Restless Leg Syndrome

What is Restless Leg Syndrome?

Restless legs syndrome (RLS) is a disorder of the part of the nervous system that affects movements of the legs. Because it usually interferes with sleep, it also is considered a sleep disorder.

What causes Restless Leg Syndrome?

RLS patients have been shown to have low iron storage in the brain. We know iron is necessary for the proper synthesis and functioning of Dopamine which is an important neurotransmitter.

Symptoms of Restless Legs Syndrome

People with RLS have strange sensations in their legs (and sometimes arms) and an irresistible urge to move their legs to relieve the sensations. The sensations are difficult to describe: they are usually not painful, but are reported to be uncomfortable, “itchy,” “pins and needles,” or “creepy crawly” feeling deep in the legs. The sensations are usually worse at rest, especially when lying in bed. Symptoms usually occur only in the evening. The sensations lead to discomfort, sleep deprivation, and stress.

The severity of RLS symptoms ranges from mild to intolerable. Symptoms get gradually worse over time in about two thirds of people with the condition and may be severe enough to be disabling. Most people have these symptoms only intermittently but in severe cases, they can occur nightly. The symptoms are generally worse in the evening and night and less severe in the morning. While the symptoms are usually quite mild in young adults, by age 50 the symptoms may cause severe nightly sleep disruption that can significantly impair a person’s quality of life.

Who is affected by Restless Legs Syndrome?

RLS affects about 10% of the U.S. population to some degree. Only a small percentage has severe RLS. It affects both men and women and may begin at any age, even in infants and young children. It is common in pregnancy affecting on average 20% of pregnant women. Most people who are affected severely are middle-aged or older. Other medical conditions such as anemia or kidney disease can put you at greater risk for RLS.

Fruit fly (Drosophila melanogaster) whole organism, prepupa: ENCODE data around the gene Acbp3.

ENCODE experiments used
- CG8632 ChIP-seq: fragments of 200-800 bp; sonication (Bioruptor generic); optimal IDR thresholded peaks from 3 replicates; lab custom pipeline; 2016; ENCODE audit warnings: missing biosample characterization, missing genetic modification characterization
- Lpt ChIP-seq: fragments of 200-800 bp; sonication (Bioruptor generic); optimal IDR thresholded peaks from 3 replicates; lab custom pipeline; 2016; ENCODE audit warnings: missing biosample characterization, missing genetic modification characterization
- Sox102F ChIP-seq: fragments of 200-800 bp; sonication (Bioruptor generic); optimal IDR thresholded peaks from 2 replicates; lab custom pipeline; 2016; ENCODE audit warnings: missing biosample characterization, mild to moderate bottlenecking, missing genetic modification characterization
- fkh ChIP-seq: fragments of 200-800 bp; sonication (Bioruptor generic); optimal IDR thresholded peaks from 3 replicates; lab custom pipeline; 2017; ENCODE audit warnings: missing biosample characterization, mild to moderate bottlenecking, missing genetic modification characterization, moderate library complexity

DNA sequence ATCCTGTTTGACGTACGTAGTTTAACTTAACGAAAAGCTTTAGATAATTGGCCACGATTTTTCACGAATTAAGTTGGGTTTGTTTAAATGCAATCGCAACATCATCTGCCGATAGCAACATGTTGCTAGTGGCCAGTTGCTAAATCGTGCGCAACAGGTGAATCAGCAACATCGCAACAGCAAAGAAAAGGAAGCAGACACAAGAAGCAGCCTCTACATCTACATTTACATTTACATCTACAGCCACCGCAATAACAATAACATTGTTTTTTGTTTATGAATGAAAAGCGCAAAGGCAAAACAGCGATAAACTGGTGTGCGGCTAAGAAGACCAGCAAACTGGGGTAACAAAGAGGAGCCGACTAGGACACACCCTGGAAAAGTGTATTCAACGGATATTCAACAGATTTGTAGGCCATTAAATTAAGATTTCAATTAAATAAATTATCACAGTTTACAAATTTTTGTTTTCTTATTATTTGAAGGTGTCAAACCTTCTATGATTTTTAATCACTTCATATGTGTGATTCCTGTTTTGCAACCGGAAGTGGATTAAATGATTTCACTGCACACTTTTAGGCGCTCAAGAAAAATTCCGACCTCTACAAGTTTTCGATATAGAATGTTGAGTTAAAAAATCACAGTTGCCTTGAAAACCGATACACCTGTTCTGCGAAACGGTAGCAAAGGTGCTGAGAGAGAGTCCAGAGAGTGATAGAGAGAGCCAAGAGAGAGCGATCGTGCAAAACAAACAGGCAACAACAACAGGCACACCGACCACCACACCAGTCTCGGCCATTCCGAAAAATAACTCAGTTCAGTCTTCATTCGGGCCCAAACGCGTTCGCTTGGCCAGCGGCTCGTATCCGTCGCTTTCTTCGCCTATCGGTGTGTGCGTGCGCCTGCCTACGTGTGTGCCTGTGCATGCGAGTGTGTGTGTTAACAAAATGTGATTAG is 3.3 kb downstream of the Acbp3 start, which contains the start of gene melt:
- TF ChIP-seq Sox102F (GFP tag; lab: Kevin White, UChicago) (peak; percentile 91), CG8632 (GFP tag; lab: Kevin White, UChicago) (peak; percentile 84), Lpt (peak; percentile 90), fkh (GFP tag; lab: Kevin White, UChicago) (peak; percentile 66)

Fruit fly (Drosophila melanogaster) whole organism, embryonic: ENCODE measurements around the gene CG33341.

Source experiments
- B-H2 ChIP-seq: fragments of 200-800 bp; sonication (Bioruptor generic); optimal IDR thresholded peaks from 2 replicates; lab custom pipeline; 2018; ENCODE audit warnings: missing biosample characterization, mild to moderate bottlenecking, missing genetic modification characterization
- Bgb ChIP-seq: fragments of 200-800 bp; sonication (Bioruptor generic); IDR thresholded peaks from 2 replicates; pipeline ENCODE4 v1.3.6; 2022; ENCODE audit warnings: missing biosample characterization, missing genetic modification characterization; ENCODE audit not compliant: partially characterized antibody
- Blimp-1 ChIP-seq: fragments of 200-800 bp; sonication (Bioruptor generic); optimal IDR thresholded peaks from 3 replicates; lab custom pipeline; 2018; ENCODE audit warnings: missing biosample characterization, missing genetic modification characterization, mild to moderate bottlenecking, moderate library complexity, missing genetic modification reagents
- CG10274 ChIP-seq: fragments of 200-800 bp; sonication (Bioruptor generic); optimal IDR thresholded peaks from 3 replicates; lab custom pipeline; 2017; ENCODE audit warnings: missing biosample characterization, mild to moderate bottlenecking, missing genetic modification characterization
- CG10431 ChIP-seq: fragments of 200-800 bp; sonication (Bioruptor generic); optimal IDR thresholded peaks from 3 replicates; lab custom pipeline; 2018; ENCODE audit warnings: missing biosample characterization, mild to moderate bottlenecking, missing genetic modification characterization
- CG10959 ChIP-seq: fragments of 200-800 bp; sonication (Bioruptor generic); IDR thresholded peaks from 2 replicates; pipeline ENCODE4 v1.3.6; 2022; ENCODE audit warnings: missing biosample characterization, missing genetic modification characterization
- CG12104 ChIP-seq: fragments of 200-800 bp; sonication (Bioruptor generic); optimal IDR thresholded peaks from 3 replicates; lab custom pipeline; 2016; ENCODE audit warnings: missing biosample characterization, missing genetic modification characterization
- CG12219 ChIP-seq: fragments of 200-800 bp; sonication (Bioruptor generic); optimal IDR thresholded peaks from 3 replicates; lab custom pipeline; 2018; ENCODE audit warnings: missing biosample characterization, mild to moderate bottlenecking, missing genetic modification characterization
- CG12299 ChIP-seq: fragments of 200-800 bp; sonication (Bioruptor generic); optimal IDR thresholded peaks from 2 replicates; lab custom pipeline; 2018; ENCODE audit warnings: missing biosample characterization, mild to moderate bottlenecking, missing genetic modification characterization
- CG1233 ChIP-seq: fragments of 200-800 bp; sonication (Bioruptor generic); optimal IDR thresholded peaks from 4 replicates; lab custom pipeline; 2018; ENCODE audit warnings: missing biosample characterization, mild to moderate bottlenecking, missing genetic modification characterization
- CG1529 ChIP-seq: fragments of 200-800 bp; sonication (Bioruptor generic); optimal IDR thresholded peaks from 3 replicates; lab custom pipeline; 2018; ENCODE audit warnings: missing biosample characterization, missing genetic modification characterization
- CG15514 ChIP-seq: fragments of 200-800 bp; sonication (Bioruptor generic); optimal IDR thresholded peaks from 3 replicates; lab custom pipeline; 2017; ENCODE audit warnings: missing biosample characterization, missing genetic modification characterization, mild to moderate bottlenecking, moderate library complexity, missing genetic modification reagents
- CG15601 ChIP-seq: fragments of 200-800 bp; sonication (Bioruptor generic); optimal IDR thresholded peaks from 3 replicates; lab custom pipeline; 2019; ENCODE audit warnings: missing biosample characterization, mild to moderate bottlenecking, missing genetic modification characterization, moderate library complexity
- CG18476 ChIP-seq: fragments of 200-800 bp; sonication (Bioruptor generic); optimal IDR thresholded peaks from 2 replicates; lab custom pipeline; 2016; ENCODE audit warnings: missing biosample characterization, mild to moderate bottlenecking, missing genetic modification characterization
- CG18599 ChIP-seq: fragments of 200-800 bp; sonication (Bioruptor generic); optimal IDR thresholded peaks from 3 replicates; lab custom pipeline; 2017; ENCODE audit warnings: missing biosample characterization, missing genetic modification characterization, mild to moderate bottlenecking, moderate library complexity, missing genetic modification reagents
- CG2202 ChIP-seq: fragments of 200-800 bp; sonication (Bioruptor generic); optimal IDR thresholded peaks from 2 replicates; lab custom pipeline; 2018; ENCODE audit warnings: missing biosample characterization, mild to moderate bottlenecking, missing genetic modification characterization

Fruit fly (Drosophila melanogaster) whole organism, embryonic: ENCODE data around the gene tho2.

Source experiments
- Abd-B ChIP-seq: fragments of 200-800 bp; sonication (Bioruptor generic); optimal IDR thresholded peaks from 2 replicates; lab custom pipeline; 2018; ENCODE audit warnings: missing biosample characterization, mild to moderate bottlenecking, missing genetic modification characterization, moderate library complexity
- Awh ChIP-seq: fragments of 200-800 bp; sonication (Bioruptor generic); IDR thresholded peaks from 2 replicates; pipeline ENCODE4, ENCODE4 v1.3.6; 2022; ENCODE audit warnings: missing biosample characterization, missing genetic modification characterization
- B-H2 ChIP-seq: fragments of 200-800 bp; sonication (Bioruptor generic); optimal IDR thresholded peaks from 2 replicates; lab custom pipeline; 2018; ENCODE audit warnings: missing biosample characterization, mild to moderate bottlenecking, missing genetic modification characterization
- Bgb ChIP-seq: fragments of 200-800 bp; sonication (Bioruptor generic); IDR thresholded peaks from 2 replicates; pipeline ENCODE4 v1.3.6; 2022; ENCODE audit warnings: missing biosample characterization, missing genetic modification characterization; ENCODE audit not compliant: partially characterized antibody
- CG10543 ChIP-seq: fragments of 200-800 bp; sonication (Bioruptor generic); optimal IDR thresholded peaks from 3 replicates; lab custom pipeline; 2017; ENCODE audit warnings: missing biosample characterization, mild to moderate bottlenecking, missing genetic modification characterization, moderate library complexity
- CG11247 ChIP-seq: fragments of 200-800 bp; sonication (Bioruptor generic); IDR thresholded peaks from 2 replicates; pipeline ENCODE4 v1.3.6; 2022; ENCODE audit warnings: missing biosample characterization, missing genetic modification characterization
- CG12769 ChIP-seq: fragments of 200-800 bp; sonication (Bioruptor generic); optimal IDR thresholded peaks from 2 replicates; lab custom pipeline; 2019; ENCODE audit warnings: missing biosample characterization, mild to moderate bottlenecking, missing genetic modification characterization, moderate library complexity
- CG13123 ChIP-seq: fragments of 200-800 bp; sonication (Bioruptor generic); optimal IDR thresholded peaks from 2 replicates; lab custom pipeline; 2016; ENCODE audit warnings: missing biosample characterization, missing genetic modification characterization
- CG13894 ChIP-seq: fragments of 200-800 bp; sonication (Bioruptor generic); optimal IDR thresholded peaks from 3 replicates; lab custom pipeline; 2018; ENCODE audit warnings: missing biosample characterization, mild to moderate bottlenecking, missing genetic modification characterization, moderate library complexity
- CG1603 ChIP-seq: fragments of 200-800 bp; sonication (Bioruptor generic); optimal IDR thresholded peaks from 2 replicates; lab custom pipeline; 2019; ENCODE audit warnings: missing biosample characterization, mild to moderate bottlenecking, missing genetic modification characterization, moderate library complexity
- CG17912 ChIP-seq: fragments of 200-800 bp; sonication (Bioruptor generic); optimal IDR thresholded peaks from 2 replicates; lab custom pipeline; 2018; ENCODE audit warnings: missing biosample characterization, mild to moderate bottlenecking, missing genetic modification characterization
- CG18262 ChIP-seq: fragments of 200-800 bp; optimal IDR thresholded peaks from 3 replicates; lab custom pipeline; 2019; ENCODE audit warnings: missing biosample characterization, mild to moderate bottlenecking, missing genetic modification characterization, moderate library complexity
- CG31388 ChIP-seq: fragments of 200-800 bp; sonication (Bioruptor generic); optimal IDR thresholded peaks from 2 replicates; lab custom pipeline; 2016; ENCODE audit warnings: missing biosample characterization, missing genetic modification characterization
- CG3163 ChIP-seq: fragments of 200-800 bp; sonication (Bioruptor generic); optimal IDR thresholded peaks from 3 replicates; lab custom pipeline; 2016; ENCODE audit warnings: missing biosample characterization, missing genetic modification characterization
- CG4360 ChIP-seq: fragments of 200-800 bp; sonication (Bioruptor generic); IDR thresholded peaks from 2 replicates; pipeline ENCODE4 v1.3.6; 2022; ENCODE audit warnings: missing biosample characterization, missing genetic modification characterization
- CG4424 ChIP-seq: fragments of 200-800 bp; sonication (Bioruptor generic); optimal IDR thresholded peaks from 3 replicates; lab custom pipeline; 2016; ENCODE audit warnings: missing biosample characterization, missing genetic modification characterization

RLS is often unrecognized or misdiagnosed. In many people, the condition is not diagnosed until 10-20 years after symptoms begin.

How is RLS diagnosed?

RLS is a clinical diagnosis which means it is not based on any given test, but on your symptoms, medical history and physical exam.

How is RLS treated?

Once correctly diagnosed, RLS can often be treated successfully with medications. Sometimes people with RLS have low iron, therefore, iron supplements can help relieve the symptoms. Before a treatment plan is decided on, your sleep specialist should do a blood test to look at iron levels in your blood, in particular, Ferritin, which is a marker of iron storage levels. If Ferritin is low and symptoms are mild or intermittent then most sleep specialists will try iron replacement first. If iron is not the problem or iron therapy is not effective or symptoms are causing great sleep disruption, then there are 4 classes of medication that are used:

  1. Dopamine agonists, e.g. pramipexole (Mirapex), ropinirole (Requip)\
  2. Anti-epileptics, e.g. gabapentin (Neurontin)
  3. Benzodiazepines, e.g. clonazepam (Klonopin)
  4. Opioids, e.g. Methadone
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